SCIL serves people with disabilities, elders (with/ without disabilities), their families, and communities in Christian, Logan, Menard, Montgomery, and Sangamon by breaking down barriers and prejudices, and replacing them with positive attitudes resulting in equal access to society. 

Independent living philosophy is the belief that all persons, regardless of disability, have the right and responsibility to control and direct their own lives and to fully participate as equal members of society. In other words, SCIL’s philosophy is based on consumer control.

To ensure that focus is maintained, at least 51% of the staff and board of directors must be people with disabilities. 

Who is eligible for services?

Anyone who has a disability is eligible for SCIL services.

Is there a cost for services?

All services are free except fees for sign language classes or on rare occasions, other educational opportunities sponsored by SCIL.

The Father of Independent Living

Ed Roberts, the father of independent living

The Father of Independent Living Ed Roberts (January 23, 1939 – March 14, 1995), had polio and an iron lung, advocated for himself to attend the University of California at Berkley. With hesitation, the university accepted Ed to attend with provisions for him to live in the campus medical facility. At that time, the university made an announcement that Ed’s enrollment was experimental and would not allow other people with disabilities to enroll at that time. However, his success encouraged the university to cautiously allow 4 other people with disabilities to attend Berkley. These individuals referred to themselves as the “Rolling Quads”, led by Ed, and advocated for more accessibility at the university. 

Ed went to Washington D.C. to acquire a grant which founded the first Physically Disabled Students Program (PDSP) on the first college campus anywhere in the world. Because the PDSP was very successful, plans emerged to copy this program and make it available to all people with disabilities. The concept of centers for independent living was born. In 1972, with minimal funding, the Berkeley Center for Independent Living was founded.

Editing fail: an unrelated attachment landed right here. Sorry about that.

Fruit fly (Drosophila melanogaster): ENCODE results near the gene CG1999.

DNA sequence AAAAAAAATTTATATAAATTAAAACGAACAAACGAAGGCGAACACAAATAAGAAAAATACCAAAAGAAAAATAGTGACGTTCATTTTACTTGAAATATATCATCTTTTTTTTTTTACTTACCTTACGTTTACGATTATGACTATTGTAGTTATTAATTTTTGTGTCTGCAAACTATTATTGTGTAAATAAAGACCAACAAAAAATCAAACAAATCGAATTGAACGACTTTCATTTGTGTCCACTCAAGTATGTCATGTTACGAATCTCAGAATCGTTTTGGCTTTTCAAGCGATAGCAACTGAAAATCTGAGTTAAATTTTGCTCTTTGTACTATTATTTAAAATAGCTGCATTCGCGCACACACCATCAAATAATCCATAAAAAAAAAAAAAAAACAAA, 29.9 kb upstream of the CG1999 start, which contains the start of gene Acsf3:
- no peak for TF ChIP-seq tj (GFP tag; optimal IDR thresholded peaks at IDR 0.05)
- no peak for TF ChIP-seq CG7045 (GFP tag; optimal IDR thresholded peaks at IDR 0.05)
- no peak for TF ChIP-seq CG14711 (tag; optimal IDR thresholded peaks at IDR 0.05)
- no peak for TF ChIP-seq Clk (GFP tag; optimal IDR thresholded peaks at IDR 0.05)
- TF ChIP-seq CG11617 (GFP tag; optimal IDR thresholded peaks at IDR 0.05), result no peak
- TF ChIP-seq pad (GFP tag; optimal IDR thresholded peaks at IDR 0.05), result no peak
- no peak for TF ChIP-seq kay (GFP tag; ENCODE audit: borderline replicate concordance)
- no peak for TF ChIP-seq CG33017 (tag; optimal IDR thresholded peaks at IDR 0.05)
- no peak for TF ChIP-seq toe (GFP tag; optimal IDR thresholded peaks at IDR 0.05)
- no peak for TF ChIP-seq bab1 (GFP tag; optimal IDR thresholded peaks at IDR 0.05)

In the mid-70’s newly elected California Governor Jerry Brown appointed Ed Roberts as Director of the state rehabilitation agency, the same agency that once believed he was unemployable.

The History of SCIL

Beth Langen, the first executive director of SCIL at the Grand Opening 426 West Jefferson in Springfield on March 15, 1985.

In 1984, SCIL was a small group of community members who originally wanted to increase links between Memorial Medical Center’s rehabilitation unit and the community. The original plan was for a transitional living center, focusing on independent living skills training for patients leaving Memorial and reintegrating into their homes and communities following the onset of a physical disability. As representatives from Department of Human Services (DHS), persons with disabilities, and staff from Memorial Medical Center began researching models of services nationwide, it became clear that the broader range of service needs and the philosophy of independent living which they embraced were best addressed by the establishment of a CIL. With no state, federal or local funds available the group made plans to provide information/referral as volunteers.

Simultaneously, new leadership at DHS made a commitment to expand independent living services in Illinois. In September 1984, the community group became an official board and SCIL was incorporated. DHS awarded SCIL a contract to begin a statewide information referral service called Abledata. Also in the fall of 1984, a request for proposal (RFP) was issued to begin new CILs in Illinois. In January 1985, SCIL was one of five new CILs funded by DHS. Staff were recruited and hired, and SCIL opened its doors at 426 West Jefferson in Springfield on March 15, 1985.

In 2004 SCIL purchased and moved to a new building located at 330 South Grand Avenue West.